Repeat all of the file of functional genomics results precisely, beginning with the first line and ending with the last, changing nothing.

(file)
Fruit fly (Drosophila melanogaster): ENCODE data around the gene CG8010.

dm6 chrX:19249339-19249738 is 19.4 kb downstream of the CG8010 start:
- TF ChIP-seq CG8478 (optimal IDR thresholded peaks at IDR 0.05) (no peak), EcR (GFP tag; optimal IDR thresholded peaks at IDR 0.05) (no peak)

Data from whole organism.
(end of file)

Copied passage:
Fruit fly (Drosophila melanogaster): ENCODE data around the gene CG8010.

dm6 chrX:19249339-19249738 is 19.4 kb downstream of the CG8010 start:
- TF ChIP-seq CG8478 (optimal IDR thresholded peaks at IDR 0.05) (no peak), EcR (GFP tag; optimal IDR thresholded peaks at IDR 0.05) (no peak)

Data from whole organism.